From start to finish I think it took about an hour for Christopher to fill out his forms and donate blood and then eat his treat.  An hour of your time is nothing when you think about the life that you are saving by doing this.  When we donate in Tweed it is more like a social visit with all of your friends and neighbours.  If you are a regular blood donor I say THANK YOU, maybe you were one of the people who helped to save my life.  If you are not a blood donor... why not?  I can assure you that you are going to feel like a hero when you leave, knowing that you have given someone the gift of life.  I dare you all to get out there!

Sunday, 28 October 2012

Being Nostalgic About York University

A stub from the dance that sealed our future.

    Last night Christopher and I went to see my cousin Fiona's play The Rocky Horror Picture Show.  The theatre was one street over from York University.  We got to reminiscing about "the good old days".  We drove past Sentinel Street, the street that would take you to York.  I looked down that street thinking about our wonderful past.  We decided that after the show we would take a trip to the University... just for old times sake.

Look at my big hair, and
much smaller body

    After the show we drove up Sentinel Street.  "This is all new" Christopher said.  We rubber necked looking at everything.  "That's not new."  I said of the apartments we passed.  "There's the pond" I shouted out excited.  "Remember stealing cafeteria trays and using them as sleds to go down that hill?" He just got this wistful smile.  "I remember", he said and reached over and squeezed my knee.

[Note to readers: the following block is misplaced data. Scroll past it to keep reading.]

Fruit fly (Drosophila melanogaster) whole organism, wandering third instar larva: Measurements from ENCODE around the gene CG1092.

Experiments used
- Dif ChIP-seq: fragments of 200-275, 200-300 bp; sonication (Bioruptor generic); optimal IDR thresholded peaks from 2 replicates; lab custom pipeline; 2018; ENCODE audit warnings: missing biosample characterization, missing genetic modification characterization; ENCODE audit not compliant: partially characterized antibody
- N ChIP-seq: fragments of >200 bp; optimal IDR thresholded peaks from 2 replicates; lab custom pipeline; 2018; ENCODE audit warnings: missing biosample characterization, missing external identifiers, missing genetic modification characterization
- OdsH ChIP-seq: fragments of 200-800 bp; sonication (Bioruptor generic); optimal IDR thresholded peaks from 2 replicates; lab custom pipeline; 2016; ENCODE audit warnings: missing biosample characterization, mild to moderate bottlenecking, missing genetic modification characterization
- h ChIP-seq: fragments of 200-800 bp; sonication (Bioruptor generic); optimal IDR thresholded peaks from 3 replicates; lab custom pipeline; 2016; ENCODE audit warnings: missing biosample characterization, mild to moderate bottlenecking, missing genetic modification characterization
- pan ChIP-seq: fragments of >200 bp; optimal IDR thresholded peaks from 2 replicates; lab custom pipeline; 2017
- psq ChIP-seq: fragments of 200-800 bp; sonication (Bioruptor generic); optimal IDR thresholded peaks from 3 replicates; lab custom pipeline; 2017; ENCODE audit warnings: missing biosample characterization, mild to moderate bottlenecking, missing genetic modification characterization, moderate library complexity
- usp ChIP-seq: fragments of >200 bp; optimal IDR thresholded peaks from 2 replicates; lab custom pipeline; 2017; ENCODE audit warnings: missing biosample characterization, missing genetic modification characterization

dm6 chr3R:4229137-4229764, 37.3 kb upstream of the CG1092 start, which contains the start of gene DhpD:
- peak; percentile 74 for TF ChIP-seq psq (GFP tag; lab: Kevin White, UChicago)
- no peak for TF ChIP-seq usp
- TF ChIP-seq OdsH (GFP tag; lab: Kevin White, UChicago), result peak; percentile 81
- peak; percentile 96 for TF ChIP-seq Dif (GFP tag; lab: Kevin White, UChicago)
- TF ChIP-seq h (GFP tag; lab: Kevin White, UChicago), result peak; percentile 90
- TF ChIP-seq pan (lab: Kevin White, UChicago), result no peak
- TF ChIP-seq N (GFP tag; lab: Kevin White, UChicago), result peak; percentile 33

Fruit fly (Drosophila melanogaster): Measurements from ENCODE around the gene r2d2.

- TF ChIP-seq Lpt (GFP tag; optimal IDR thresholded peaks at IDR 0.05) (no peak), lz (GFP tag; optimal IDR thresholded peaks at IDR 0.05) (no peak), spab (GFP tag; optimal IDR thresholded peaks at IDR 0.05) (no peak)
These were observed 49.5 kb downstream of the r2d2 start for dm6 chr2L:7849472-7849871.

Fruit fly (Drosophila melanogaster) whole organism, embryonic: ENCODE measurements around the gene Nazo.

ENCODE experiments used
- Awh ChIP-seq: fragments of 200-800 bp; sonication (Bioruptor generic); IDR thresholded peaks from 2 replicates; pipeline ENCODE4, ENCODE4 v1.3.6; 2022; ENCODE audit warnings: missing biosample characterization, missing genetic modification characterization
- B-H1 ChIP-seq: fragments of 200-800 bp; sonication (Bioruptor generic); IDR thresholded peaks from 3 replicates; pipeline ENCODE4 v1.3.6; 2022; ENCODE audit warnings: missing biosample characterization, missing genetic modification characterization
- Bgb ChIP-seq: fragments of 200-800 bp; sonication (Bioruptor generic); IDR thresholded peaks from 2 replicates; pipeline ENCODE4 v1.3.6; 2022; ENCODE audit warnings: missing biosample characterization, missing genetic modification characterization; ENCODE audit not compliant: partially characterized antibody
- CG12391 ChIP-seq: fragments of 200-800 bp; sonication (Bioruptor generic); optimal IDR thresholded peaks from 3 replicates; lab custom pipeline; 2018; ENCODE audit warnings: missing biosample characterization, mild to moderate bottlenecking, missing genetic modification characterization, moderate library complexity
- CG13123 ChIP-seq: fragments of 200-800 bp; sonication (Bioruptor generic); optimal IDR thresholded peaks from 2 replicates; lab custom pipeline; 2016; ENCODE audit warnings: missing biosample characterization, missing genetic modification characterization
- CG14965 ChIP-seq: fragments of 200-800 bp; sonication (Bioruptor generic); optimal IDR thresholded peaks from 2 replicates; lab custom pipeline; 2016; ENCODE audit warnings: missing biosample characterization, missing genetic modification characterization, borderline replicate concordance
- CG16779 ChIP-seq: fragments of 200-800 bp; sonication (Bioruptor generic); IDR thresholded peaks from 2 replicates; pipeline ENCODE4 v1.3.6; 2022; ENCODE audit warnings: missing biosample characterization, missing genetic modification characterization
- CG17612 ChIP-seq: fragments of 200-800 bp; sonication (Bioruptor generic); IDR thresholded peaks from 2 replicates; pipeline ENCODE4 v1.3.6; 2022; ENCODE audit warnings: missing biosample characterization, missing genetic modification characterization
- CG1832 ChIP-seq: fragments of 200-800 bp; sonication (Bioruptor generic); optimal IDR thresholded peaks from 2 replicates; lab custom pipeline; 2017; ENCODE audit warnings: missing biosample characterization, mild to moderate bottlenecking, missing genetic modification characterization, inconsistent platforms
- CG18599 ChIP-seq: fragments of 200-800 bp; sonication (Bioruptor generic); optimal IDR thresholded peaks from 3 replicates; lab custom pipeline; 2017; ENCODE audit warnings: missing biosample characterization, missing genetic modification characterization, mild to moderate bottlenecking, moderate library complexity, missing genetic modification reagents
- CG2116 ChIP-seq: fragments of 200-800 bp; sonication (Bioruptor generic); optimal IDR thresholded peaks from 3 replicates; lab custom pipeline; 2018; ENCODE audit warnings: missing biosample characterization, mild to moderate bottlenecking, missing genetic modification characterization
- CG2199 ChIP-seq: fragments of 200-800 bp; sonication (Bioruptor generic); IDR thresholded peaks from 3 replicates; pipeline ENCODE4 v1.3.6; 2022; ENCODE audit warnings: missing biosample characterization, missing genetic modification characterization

More BIG hair.
   We drove right up to Stong Residence and just sat there looking up at it.  So many memories.  Just looking at it I could almost smell the way the corridor smelled.  I could visualize every part of that place from the mailboxes at the front to the mildewy smell of the bright orange elevators.  Christopher pointed up to the third floor window "There's Slip's Bar".  He had a bar in his room that was very popular.  He charged dollar drinks.  Everyone would stop off and see "Slipper" before they headed down to the Orang Snail Pub.  We got a cheap head start.  His room was always packed with people.  Our rooms always had the doors open.  You were never lonely at Rock House (the name of our floor), unless you wanted to.  It was nice.